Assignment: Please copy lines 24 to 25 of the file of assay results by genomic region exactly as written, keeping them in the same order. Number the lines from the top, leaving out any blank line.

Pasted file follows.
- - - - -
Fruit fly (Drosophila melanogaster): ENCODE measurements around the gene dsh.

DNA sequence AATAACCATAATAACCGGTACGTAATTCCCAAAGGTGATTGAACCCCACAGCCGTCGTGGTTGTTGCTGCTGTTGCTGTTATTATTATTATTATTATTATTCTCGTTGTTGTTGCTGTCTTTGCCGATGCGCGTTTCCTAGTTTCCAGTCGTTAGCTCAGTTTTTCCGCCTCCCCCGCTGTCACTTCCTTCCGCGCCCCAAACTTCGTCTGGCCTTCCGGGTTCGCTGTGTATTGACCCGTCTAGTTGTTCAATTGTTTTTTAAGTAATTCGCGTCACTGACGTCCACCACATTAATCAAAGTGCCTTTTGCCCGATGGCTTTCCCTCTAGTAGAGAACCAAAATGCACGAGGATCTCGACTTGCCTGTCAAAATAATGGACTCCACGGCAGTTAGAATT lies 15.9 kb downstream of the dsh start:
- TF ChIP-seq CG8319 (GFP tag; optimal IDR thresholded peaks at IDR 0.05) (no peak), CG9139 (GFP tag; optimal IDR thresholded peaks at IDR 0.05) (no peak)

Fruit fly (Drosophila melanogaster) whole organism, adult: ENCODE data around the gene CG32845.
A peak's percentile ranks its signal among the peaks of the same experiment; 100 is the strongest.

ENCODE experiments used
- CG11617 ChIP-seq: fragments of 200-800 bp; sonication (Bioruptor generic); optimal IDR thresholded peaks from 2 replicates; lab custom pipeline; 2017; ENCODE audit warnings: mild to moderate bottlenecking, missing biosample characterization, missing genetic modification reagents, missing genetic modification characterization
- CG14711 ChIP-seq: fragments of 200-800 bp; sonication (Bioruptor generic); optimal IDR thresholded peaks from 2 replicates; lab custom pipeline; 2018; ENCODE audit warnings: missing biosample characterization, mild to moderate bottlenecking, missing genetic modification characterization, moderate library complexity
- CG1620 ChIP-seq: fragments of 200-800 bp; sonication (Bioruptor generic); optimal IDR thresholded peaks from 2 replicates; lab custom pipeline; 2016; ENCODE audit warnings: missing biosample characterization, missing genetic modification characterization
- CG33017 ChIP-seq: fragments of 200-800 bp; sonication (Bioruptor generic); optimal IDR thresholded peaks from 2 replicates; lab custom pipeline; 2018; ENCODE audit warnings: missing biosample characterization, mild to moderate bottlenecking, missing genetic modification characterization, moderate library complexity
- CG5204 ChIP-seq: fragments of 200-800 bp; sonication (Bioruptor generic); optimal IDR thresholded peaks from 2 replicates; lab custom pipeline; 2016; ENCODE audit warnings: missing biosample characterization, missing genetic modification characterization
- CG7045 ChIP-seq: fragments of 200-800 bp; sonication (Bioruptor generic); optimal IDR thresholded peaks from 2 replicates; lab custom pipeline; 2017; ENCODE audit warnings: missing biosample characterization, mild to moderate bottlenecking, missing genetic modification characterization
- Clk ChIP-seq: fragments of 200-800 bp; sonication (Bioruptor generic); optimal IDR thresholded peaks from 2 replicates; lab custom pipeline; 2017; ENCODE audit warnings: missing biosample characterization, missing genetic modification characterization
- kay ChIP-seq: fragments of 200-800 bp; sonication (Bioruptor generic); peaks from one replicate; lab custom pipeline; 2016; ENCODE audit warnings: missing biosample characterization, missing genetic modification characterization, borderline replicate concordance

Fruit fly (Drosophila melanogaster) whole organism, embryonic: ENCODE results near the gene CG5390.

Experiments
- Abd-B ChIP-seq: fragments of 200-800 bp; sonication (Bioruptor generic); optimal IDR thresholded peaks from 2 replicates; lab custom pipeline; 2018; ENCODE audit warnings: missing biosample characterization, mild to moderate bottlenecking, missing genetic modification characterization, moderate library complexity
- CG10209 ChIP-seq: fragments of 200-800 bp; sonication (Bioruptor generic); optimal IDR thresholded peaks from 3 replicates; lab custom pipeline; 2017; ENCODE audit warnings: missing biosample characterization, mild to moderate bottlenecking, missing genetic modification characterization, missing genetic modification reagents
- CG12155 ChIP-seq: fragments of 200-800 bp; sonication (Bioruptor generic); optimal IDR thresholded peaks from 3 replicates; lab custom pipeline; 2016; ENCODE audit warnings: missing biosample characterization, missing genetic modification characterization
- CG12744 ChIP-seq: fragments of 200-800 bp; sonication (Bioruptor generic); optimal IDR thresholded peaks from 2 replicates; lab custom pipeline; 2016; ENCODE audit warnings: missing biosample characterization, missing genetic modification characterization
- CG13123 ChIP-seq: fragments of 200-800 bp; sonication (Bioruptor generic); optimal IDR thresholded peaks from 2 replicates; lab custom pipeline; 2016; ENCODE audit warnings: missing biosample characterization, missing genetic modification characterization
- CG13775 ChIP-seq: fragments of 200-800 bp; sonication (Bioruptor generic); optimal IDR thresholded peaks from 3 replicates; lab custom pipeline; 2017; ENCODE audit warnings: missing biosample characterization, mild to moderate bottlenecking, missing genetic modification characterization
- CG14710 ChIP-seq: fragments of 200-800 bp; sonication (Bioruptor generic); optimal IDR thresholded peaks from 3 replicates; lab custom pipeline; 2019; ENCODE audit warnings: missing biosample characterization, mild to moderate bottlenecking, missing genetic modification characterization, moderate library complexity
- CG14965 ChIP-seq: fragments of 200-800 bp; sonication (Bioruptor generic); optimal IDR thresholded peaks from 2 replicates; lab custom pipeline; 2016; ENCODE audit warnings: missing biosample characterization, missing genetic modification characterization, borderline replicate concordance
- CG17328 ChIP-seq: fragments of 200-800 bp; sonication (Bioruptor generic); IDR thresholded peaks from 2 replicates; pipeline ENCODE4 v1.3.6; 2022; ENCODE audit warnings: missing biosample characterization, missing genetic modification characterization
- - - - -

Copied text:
- CG14965 ChIP-seq: fragments of 200-800 bp; sonication (Bioruptor generic); optimal IDR thresholded peaks from 2 replicates; lab custom pipeline; 2016; ENCODE audit warnings: missing biosample characterization, missing genetic modification characterization, borderline replicate concordance
- CG17328 ChIP-seq: fragments of 200-800 bp; sonication (Bioruptor generic); IDR thresholded peaks from 2 replicates; pipeline ENCODE4 v1.3.6; 2022; ENCODE audit warnings: missing biosample characterization, missing genetic modification characterization